Supporters of healthcare reform legislation introduced by House Democrats insist that new figures released by the Congressional Budget Office reflect a deficit-neutral bill. The CBO estimated the Affordable Health Choices Act would add nearly $240 billion to the federal deficit over the next 10 years, reflecting an earlier projection of $1.04 trillion, partially offset by net spending changes and an increase in federal revenue over this time period.
Backers of House reform bill dispute cost estimate
According to a written statement from House Majority Leader Steny Hoyer (D-Md.), the bill's fix to Medicare's sustainable growth rate payment formula should not have been factored into the cost estimate. The estimate “included a $245 billion cost for Medicare physician reimbursements under existing law that will be exempted under statutory pay-as-you-go (paygo) legislation to be considered in the House” this week, according to Hoyer's statement. Democrats have pledged that healthcare reform would be fully funded and not contribute to the federal deficit, and “the CBO estimate confirms that the newly proposed health reforms in the legislation meet that commitment,” according to Hoyer.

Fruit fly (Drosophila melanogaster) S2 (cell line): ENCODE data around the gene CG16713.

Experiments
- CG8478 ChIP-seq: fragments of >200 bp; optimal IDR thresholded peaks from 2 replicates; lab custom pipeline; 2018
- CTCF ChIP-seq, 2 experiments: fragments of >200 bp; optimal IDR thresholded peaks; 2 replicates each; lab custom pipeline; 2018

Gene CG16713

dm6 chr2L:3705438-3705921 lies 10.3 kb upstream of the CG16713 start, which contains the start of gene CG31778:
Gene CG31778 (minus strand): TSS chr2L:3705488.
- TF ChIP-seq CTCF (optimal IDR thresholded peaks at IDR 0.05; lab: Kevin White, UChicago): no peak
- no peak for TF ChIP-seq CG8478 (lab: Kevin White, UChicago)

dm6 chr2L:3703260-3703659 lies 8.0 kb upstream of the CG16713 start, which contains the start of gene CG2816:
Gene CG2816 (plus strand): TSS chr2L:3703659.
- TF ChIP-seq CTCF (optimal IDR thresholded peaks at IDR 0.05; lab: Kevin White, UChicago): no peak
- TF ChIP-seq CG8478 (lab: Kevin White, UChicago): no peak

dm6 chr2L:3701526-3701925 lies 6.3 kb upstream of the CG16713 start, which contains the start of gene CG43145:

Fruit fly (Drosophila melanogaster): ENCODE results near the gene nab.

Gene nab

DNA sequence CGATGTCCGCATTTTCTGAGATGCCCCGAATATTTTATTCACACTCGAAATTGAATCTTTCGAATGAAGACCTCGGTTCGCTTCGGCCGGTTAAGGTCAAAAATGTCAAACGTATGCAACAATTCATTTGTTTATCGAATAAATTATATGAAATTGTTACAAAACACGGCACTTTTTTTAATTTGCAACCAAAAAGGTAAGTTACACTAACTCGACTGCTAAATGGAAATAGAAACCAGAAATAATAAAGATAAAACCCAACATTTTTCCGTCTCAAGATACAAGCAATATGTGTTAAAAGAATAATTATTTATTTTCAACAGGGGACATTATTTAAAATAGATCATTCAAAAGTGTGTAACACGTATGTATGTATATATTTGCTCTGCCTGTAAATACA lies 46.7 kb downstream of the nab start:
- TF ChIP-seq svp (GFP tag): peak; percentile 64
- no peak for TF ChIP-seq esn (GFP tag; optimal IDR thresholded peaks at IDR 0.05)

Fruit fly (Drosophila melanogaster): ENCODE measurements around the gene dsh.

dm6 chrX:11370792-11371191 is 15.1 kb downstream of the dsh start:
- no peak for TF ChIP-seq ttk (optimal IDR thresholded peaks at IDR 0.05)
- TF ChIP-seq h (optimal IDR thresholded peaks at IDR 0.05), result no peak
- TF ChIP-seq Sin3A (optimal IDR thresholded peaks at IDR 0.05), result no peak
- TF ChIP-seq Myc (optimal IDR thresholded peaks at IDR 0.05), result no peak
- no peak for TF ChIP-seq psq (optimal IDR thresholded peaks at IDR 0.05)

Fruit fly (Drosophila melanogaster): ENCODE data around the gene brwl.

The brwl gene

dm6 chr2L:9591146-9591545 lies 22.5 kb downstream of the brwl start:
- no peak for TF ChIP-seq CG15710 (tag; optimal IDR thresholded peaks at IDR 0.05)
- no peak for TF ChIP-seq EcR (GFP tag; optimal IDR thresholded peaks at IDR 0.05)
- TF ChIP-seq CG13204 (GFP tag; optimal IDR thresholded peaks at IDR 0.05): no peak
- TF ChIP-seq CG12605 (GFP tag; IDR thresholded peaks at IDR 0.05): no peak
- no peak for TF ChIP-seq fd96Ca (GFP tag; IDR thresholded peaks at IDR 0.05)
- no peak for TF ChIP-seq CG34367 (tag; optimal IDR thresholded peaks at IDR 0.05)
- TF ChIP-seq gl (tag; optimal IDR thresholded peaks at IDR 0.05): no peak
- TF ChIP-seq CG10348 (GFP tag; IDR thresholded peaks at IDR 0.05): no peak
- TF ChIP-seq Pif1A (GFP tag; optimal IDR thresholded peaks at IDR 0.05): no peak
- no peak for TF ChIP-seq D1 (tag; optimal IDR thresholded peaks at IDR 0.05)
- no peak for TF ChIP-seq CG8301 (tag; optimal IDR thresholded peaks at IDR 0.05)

Meanwhile, the Heritage Foundation, a conservative think tank, released a report that says the House legislation would shift approximately 83.4 million people from their private health insurance onto a public insurance plan.
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